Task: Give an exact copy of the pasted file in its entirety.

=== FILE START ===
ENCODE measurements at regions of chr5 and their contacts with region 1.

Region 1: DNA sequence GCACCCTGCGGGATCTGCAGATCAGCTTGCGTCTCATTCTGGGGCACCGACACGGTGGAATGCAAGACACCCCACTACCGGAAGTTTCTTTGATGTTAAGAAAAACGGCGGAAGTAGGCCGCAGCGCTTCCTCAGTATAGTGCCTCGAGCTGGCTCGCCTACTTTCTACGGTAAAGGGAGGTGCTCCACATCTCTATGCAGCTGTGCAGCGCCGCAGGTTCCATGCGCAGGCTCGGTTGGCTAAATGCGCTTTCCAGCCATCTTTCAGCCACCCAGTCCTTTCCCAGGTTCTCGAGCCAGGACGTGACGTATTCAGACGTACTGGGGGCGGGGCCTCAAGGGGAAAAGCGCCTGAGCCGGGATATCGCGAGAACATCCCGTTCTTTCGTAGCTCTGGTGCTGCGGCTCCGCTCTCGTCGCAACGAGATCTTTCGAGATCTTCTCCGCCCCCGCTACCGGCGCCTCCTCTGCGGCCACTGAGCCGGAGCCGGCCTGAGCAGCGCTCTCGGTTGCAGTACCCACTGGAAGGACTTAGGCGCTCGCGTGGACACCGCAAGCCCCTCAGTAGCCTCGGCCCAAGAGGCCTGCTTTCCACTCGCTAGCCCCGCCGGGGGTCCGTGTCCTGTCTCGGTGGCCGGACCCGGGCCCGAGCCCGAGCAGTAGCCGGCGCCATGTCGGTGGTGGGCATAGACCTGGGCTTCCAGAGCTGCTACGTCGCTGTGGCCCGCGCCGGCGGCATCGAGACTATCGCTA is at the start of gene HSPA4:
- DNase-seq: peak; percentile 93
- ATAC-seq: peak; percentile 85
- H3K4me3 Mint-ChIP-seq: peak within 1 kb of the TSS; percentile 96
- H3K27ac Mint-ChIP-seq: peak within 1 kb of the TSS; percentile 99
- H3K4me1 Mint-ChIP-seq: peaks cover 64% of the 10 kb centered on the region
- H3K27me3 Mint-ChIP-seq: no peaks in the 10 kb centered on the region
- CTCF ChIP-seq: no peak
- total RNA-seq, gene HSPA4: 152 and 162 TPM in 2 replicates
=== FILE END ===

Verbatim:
ENCODE measurements at regions of chr5 and their contacts with region 1.

Region 1: DNA sequence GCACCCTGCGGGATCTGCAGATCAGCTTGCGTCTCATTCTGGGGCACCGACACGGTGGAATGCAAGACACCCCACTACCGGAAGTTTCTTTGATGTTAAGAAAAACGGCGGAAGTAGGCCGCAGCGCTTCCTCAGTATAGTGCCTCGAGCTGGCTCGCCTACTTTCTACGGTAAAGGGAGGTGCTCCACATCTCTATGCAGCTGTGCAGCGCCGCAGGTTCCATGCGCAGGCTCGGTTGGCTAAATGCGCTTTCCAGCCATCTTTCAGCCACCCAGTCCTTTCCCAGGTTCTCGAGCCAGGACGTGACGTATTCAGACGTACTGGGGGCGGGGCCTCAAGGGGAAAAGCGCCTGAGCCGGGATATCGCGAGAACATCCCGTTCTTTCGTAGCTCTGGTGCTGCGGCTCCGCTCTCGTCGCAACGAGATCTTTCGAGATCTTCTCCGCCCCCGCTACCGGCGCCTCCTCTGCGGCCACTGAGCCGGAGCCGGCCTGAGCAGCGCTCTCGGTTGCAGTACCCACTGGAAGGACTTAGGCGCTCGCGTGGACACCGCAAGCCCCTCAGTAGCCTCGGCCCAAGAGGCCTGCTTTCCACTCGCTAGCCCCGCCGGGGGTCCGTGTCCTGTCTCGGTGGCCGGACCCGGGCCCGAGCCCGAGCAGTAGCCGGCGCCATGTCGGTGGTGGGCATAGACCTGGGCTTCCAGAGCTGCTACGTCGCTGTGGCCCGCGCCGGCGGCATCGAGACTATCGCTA is at the start of gene HSPA4:
- DNase-seq: peak; percentile 93
- ATAC-seq: peak; percentile 85
- H3K4me3 Mint-ChIP-seq: peak within 1 kb of the TSS; percentile 96
- H3K27ac Mint-ChIP-seq: peak within 1 kb of the TSS; percentile 99
- H3K4me1 Mint-ChIP-seq: peaks cover 64% of the 10 kb centered on the region
- H3K27me3 Mint-ChIP-seq: no peaks in the 10 kb centered on the region
- CTCF ChIP-seq: no peak
- total RNA-seq, gene HSPA4: 152 and 162 TPM in 2 replicates